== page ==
Health Companies Want to Reward You for Going Outside
Spending time in nature is increasingly considered legitimate medicine, and doctors and insurance carriers are treating it as such. But how exactly can we expect this movement to play out—and affect our wallets and gear purchases—in the future?
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With nature-prescription initiatives popping up across the country (at the time of publication, there were 71 such programs in 32 states, according to the Institute at the Golden Gate’s 2018 ParkRx Census), the acceptance of nature as a legitimate form of medicine is finally here.
We’ve gotten to this point in large part thanks to a growing body of research that indicates a strong correlation between spending time outside and living a long and healthy life. For the first time, doctors, medical centers, and insurance companies (including behemoths like Aetna, Blue Cross Blue Shield, and Kaiser Permanente) are interested in investing big in nature-prescription initiatives. “There’s a broader understanding of the importance of the social and environmental factors that go into making one healthy,” says Garth Graham, president of the Aetna Foundation.
So what’s next as these companies realize that all the time we spend in nature is making us healthier (and less at risk of developing expensive-to-treat conditions)? Will your health-insurance carrier reimburse you for your annual parks pass or season lift ticket? We looked into our crystal ball to find out what the future of nature prescription may look like on a spectrum from very likely to, well, we can dream, right?
Basically Happening Now
Hike with Your Doctor or Therapist
Not only will your doctor write you a park prescription, they’ll join you for a hike, too. Thousands of doctors around the world already lead community walks in local parks in 48 states as part of the Walk with a Doc program, and group hikes aren’t far off. Grab a healthy snack and get your blood pressure checked before hitting the trail at your own pace.
Or maybe you’ll meet your therapist for a nature walk. With therapists using jogging to support talk therapy, why not enlist nature’s calming effect, too? Interest in therapeutic hikes and ecotherapy, a form of therapy that emphasizes connection with the natural environment, is growing.
Attend Health Education Classes Outside
More health-oriented classes—from diabetes and prenatal education to Alcoholics Anonymous meetings—are moving out of dingy basements and into plein air as health educators take a cue from yoga and group exercise classes where outdoor sessions are de rigueur.
Parks are also inviting educators to come out. “We are seeing interest from all over the state from conversation and nature groups wanting to partner with providers to offer their open space for group sessions,” says Joni Carswell, CEO and president of Texan by Nature, one of the lead partners of the Center for Health and Nature along with Houston Methodist Hospital and Texas A&M University, which is driving research on the impact of nature on health and wellbeing. Soon you’ll meet under the old elm tree, not in room B-302.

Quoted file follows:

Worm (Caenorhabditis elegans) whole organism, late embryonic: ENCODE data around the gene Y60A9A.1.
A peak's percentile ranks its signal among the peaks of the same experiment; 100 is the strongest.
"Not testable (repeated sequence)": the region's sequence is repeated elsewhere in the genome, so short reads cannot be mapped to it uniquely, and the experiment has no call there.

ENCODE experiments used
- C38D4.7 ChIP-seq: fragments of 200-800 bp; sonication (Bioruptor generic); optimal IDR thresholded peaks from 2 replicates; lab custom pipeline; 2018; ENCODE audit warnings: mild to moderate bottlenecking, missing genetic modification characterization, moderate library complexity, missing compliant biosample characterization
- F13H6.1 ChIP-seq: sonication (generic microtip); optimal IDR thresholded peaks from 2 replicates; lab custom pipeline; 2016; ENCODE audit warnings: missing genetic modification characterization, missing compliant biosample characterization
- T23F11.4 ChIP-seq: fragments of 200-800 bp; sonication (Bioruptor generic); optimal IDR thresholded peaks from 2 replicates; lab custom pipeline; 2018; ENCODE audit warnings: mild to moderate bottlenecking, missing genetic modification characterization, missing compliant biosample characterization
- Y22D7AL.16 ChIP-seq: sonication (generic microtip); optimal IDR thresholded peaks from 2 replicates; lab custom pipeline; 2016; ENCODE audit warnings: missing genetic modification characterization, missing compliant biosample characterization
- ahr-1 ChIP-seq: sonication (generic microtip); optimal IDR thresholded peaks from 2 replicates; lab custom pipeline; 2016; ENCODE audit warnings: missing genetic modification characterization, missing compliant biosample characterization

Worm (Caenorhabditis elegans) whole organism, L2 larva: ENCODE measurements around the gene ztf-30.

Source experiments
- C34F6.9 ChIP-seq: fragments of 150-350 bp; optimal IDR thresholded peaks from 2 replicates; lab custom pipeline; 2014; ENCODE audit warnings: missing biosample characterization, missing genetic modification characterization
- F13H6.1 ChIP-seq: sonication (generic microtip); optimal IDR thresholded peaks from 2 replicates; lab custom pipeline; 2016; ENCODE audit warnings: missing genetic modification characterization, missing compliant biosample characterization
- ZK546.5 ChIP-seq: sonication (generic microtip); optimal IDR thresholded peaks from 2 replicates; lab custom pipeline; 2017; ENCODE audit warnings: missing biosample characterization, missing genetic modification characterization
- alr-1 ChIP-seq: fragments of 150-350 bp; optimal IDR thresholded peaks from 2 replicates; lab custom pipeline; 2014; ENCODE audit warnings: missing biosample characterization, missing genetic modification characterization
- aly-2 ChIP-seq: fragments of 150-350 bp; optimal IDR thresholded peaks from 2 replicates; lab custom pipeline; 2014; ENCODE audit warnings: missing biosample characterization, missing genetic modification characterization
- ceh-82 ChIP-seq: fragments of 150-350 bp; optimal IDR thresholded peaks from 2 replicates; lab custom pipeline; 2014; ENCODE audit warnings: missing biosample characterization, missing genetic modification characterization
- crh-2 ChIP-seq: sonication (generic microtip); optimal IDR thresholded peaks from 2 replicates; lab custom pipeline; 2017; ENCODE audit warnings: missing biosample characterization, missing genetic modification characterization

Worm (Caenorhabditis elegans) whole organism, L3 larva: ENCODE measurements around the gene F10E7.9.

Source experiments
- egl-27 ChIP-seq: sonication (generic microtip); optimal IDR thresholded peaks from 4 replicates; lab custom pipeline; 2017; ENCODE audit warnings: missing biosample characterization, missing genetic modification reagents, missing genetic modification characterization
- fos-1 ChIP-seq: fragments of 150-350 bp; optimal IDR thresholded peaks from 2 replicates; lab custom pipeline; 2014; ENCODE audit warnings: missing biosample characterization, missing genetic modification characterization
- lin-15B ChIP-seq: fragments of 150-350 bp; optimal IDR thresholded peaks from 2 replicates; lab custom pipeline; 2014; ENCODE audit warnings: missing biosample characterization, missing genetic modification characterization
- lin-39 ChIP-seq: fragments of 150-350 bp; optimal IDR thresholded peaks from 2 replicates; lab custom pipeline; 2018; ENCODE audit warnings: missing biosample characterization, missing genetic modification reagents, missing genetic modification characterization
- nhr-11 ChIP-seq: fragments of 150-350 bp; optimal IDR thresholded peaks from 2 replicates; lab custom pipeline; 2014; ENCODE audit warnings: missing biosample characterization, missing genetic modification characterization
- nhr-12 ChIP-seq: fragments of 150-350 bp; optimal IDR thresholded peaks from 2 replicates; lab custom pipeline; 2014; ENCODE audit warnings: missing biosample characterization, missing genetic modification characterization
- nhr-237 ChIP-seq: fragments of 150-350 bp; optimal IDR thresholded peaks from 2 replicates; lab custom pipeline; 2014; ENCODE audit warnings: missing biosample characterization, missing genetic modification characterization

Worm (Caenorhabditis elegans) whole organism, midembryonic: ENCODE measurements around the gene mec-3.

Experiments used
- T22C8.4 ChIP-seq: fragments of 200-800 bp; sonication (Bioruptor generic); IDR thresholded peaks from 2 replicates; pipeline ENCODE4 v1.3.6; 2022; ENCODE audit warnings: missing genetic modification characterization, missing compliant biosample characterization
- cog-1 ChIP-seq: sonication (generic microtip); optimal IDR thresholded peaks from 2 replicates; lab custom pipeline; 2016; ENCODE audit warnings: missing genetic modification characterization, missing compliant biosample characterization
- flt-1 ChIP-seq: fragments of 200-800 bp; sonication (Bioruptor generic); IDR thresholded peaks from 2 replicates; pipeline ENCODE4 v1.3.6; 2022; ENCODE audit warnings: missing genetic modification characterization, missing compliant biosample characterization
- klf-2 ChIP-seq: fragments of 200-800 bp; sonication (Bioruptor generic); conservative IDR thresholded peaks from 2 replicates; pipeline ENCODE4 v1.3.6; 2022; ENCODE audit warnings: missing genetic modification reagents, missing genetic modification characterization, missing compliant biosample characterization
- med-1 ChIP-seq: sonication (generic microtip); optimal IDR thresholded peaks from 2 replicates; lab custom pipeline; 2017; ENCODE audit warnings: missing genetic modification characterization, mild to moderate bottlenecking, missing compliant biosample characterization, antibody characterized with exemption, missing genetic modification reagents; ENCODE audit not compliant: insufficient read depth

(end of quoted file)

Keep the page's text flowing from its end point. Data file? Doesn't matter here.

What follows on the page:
Relax in Healing Gardens Before Your Doctor’s Appointment or Post-Op
For patients who can’t physically get to green spaces, hospitals will bring nature to you. Many new medical centers are prioritizing not only a LEED Platinum certification, but they’re also hiring architects to break the model of the sterile hospital experience by building opportunities to engage with nature inside and outside.
For example, green space is front and center in the design of the new Lucile Packard Children’s Hospital Stanford, which has 3.5 acres of gardens. Inside, patient rooms are adorned with planter boxes and garden views, and waiting areas are framed by picture windows. The Center for Nature and Health has planned a flagship healing garden on the roof of Houston Methodist, since plants have been found to improve outcomes and outlooks for patients, and the center is hoping to create replicable evidence-based designs for waiting rooms.
Engage in Dirt Therapy at the Hospital
Gardening as therapy isn’t a new concept. In fact, it was used to treat World War II vets suffering from PTSD and has since been a mainstay program in addiction recovery centers and prisons. But as interest in the connection between nature and healing increases, you can expect to see horticultural therapy offered as part of your treatment plan. It’s already a key part of services provided at NYU Langone’s Rusk Rehabilitation where plant-based activities help patients rehabilitate and regain physical, cognitive, emotional, and social function.
Coming Soon to a Green Space Near You
Hop an Access-a-Ride to Parks
Can’t hitch a ride to your local park? No worries. Your public health worker will arrange an Uber for you. Or you can hop on a designated nature shuttle from a health clinic, library, or park-and-ride location for a lift to a park or waterway.